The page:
China Office Director & Academic Coordinator
Council on Tall Buildings and Urban Habitat, Chicago
There has been a long-standing debate on whether urban living is more or less sustainable than suburban living. Against the backdrop of more than one million people urbanizing on our planet every week, it has become generally assumed that the “dense vertical” city is more sustainable than the “dispersed horizontal” city, which requires more land usage as well as a higher energy expenditure in infrastructure and mobility. Studies to date have, however, been mostly generic, based on large data sets of generalized data regarding whole-urban energy consumption, or large-scale transport patterns. Crucially, there are very few studies that also take into account a ‘quality of life’ aspect to urban vs. suburban living, in addition to the energy equation.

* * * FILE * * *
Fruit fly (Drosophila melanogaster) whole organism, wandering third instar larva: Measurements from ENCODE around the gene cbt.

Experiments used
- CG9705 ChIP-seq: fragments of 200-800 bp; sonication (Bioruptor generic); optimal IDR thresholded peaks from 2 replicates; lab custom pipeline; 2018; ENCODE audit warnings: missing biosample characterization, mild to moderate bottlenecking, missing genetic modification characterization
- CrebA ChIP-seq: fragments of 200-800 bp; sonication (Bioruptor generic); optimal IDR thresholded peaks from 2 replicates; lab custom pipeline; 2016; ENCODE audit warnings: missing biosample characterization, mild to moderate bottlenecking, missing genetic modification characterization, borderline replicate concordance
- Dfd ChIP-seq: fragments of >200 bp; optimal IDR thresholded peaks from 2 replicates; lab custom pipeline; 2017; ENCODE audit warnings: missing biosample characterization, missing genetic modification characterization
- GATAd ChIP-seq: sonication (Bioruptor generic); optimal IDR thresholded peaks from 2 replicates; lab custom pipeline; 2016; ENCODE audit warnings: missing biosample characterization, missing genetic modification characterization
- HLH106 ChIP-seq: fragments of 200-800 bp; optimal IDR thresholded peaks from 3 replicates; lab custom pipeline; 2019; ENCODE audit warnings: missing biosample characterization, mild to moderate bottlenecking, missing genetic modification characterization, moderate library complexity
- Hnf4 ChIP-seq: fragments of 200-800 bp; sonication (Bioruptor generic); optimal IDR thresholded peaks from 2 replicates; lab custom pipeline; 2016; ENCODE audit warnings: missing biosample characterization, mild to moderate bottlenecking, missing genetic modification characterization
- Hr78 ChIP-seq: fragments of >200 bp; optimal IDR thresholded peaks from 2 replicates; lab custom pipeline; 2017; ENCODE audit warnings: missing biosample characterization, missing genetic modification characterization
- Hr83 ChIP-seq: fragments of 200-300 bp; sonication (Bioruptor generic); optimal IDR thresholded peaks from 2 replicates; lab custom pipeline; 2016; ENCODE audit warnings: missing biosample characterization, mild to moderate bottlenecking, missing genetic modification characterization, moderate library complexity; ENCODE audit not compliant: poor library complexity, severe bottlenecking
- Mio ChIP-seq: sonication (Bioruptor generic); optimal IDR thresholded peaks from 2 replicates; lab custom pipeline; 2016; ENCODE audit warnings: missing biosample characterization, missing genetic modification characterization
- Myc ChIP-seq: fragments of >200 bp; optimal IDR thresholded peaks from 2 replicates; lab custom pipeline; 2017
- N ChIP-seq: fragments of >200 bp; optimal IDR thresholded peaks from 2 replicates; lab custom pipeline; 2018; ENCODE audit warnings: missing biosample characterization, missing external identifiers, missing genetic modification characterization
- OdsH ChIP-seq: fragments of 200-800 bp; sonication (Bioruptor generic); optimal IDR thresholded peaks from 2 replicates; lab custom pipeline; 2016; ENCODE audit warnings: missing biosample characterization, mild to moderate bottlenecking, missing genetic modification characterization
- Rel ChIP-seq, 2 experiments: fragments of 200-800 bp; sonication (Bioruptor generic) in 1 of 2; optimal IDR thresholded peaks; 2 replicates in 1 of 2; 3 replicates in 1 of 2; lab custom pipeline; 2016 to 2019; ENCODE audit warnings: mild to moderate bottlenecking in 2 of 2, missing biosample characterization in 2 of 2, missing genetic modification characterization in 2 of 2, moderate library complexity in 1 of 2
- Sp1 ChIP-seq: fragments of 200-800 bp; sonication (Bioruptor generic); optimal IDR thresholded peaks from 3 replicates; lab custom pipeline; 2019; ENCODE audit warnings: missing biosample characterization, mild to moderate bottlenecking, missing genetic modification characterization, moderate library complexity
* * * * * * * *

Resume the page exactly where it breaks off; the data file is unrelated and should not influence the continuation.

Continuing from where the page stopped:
The presentation covered a significant research project conducted by CTBUH that investigates and compares the sustainability of people’s lifestyles in multiple key areas from environmental and social perspectives, using Chicago based case studies. In doing this, though it draws reference to large-scale published studies, the emphasis is placed on obtaining real quality data wherever possible. The research provides details on home operational energy use; the embodied energy of the dwelling; home water consumption; mobility and transport movements, including both private and public transport; infrastructure networks; public open space; and quality of life, in both downtown high-rise and suburban low-rise living, using Downtown Chicago and the suburban community of Oak Park as case studies.